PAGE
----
About Me

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Early childhood education has been my life for over 40 years. I have taught all age groups from infants to 5-year-olds. I was a director for five years in the 1980s, but I returned to the classroom 22 years ago. My passion is watching the ways children explore and discover their world. In the classroom, everything starts with the reciprocal relationships between adults and children and between the children themselves. With that in mind, I plan and set up activities. But that is just the beginning. What actually happens is a flow that includes my efforts to invite, respond and support children's interface with those activities and with others in the room. Oh yeh, and along the way, the children change the activities to suit their own inventiveness and creativity. Now the processes become reciprocal with the children doing the inviting, responding and supporting. Young children are the best learners and teachers. I am truly fortunate to be a part of their journey.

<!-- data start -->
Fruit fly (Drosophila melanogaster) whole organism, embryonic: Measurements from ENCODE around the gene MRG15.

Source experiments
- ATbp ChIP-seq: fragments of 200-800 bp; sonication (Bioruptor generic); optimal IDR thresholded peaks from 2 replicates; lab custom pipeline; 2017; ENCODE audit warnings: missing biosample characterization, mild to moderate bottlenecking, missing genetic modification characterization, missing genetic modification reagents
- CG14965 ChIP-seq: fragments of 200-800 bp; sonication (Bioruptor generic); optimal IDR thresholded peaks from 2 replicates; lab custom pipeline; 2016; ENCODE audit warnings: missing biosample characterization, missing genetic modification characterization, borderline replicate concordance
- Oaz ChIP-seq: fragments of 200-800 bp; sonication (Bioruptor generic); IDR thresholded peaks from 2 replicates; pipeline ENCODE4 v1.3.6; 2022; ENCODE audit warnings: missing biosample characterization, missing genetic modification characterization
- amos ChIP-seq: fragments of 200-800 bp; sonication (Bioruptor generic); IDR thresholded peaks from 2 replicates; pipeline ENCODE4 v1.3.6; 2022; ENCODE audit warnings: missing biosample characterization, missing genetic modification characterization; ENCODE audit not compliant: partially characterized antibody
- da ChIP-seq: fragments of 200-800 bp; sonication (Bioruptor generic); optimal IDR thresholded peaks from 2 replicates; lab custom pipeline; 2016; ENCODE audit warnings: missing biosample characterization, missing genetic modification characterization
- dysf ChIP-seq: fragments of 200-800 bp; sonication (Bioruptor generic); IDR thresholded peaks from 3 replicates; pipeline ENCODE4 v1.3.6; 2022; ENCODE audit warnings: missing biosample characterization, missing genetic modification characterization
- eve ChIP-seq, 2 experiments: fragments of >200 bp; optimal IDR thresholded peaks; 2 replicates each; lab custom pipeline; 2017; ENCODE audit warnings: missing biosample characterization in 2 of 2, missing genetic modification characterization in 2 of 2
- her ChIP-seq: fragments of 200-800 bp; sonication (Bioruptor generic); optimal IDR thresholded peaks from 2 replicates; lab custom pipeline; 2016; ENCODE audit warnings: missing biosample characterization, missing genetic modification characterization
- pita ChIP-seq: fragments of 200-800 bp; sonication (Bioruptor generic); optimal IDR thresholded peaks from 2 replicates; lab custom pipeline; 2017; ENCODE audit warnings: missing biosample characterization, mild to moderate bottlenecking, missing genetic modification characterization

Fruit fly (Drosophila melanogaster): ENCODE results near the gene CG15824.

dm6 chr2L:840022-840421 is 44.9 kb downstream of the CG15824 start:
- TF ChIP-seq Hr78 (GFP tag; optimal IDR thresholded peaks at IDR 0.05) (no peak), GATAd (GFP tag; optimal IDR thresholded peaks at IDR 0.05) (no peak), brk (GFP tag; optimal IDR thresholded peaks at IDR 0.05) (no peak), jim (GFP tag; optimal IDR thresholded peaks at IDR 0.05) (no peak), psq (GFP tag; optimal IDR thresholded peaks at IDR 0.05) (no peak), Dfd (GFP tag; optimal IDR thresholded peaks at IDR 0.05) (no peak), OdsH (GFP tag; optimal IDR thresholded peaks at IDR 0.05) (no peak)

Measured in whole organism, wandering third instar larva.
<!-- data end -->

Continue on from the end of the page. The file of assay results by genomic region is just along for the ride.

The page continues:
Saturday, April 26, 2014


It has been more than two years since I wrote about a Giant Sponge in the sensory table.  A Giant Sponge is simply a big piece of foam cut to the dimensions of the water table.
Dish soap is squirted over the top of the sponge and water is added to the table.  I want enough soap and water to make good suds when the children squeeze the sponge but I do not want so much water that the sponge begins to float.

This year I added a wooden tray to the apparatus.  The tray connects the blue water table with another small water table.